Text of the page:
Tesla: Bad suspicion in autopilot crashes – authorities determined

US agency
Tesla apparently uses tricks to evade liability in autopilot accidents

That was a Tesla. It seems that head-on vehicle crashes have a peculiarity: the autopilot should automatically deactivate shortly before.

© FrankHoermann / SVEN SIMON / / Picture Alliance

Accidents with activated autopilot raise questions: Who is responsible? And how do accident statistics change? Tesla apparently wants to avoid these annoying questions, with a cheeky trick.

Autopilots are seen as the future of driving: the car drives itself, the driver can relax. If all goes smoothly, it sounds good. But if the vehicle causes an accident, what happens then? Who is to blame for the accident, who has to pay, how are the insurance statistics changing?

These questions are currently being asked mostly by Tesla customers, because the US automaker is relatively advanced with its version of autopilot and loves to advertise the feature. For example, Teslas can already be summoned to parking lots and thus lead all the people on board to the driver. It should also continue in free traffic, but so far the developers have lagged behind Elon Musk’s ideas of a fully autonomous car. However, Tesla apparently wants to pass on the annoying questions from the previous paragraph to customers.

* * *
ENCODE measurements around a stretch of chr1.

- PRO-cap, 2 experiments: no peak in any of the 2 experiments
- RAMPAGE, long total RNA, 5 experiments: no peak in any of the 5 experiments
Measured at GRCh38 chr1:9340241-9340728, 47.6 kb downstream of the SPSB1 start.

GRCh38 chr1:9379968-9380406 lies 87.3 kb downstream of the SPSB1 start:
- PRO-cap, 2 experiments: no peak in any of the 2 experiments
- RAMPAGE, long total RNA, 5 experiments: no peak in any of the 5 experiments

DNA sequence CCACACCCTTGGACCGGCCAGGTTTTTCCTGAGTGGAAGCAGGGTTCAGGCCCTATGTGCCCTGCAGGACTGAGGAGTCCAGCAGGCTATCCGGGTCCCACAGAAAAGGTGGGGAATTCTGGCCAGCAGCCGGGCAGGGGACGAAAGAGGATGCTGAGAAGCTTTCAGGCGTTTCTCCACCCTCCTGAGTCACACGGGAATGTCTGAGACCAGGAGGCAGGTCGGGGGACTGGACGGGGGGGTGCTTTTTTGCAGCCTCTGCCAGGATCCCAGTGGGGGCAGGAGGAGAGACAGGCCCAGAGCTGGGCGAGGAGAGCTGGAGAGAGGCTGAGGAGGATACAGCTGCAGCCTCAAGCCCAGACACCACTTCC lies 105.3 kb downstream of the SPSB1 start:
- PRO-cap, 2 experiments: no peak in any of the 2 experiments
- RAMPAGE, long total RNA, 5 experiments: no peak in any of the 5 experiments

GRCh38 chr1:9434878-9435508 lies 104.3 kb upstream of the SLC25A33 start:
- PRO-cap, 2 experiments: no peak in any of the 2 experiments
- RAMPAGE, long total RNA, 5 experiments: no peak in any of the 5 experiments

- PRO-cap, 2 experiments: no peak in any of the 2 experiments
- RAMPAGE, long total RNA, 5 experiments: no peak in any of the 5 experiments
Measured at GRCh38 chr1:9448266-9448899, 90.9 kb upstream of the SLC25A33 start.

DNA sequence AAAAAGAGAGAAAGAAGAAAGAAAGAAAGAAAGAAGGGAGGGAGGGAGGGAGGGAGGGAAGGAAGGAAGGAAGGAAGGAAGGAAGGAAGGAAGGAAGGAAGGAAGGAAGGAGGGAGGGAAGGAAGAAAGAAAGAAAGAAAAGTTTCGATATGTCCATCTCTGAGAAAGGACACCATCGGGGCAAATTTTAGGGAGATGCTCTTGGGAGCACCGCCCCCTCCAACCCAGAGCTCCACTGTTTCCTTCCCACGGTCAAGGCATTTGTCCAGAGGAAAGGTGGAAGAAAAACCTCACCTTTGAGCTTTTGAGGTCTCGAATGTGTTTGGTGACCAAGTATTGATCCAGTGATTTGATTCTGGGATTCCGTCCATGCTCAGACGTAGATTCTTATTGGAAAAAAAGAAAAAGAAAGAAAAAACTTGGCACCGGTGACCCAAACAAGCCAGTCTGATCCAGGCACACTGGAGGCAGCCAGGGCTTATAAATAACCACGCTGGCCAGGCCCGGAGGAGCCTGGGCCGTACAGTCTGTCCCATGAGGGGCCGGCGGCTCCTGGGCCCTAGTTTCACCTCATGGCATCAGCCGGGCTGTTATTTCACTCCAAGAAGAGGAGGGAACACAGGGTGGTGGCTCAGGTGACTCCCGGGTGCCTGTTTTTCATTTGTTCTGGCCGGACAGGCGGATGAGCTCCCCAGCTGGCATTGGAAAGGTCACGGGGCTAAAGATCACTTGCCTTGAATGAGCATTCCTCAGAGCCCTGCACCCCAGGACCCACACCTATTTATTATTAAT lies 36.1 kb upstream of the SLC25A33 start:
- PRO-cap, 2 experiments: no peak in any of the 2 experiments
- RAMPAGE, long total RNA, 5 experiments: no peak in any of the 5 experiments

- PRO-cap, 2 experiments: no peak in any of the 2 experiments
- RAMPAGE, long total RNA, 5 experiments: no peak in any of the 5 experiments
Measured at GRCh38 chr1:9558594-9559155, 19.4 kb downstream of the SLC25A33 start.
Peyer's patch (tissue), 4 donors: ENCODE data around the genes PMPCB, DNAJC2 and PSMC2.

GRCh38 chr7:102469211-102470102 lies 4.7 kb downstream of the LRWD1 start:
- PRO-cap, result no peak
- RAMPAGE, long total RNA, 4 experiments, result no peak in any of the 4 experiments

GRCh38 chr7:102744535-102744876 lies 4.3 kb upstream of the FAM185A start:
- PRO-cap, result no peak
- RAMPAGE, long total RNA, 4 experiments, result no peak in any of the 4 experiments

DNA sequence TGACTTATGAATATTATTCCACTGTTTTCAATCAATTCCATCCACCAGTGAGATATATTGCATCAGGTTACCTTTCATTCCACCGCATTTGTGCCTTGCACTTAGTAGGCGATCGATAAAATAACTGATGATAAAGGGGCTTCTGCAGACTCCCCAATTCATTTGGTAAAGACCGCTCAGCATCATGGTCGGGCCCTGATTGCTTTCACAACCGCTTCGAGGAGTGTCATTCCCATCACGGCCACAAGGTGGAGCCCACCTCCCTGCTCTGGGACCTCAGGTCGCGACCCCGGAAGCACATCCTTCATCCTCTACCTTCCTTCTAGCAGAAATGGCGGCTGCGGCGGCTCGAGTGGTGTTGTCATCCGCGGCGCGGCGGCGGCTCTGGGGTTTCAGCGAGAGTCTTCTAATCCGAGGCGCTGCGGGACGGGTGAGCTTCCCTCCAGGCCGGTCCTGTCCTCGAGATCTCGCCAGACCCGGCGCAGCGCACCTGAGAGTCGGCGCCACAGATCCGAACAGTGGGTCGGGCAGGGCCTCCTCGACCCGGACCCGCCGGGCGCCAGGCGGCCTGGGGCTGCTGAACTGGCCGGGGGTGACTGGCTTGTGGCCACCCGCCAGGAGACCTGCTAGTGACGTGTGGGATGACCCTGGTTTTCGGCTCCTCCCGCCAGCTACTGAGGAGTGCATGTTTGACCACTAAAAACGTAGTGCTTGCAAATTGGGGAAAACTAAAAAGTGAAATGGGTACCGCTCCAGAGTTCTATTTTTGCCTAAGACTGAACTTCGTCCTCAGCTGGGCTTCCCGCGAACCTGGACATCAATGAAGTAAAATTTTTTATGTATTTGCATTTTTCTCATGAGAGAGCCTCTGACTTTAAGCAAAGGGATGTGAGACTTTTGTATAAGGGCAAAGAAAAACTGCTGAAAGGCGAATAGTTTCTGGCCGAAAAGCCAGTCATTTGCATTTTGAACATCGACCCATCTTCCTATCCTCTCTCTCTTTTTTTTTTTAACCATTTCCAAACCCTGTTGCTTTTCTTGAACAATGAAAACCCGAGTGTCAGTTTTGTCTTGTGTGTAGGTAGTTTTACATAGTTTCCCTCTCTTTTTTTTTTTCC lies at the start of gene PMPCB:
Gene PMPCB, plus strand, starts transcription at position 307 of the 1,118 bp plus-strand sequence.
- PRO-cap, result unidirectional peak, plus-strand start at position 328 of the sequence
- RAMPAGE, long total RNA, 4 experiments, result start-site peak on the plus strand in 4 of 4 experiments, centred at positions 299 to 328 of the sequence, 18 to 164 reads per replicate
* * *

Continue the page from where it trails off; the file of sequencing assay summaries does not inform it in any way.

US authorities: Tesla turned off autopilot shortly before the accident

According to a report from the NHTSA, autopilot shut down in at least 16 Tesla vehicles shortly before an accident. Notably, the vehicles only drove for less than a second WITHOUT autopilot before the accident occurred, too little time for the driver to be able to react. The prerequisite: the car is responsible for the accident, but it shouldn’t bear the consequences.

According to NHTSA, the agency began investigating why Tesla had a record of accidents involving first responders’ vehicles parked on the side of the road. Eleven questionable cases were initially uncovered and, in the course of the investigation, investigators eventually added six more incidents. One of these was later removed from the list because the other vehicle involved would have been parked out of traffic with no lights. In most of the crashes, the collision warning assistant worked, and in half of the crashes the brake assistant worked too.

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But another fact is striking: on average, the autopilot deactivated less than a second before the actual accident. No statement has yet been released by Tesla.

Sources:NHTSA, “motor sport”


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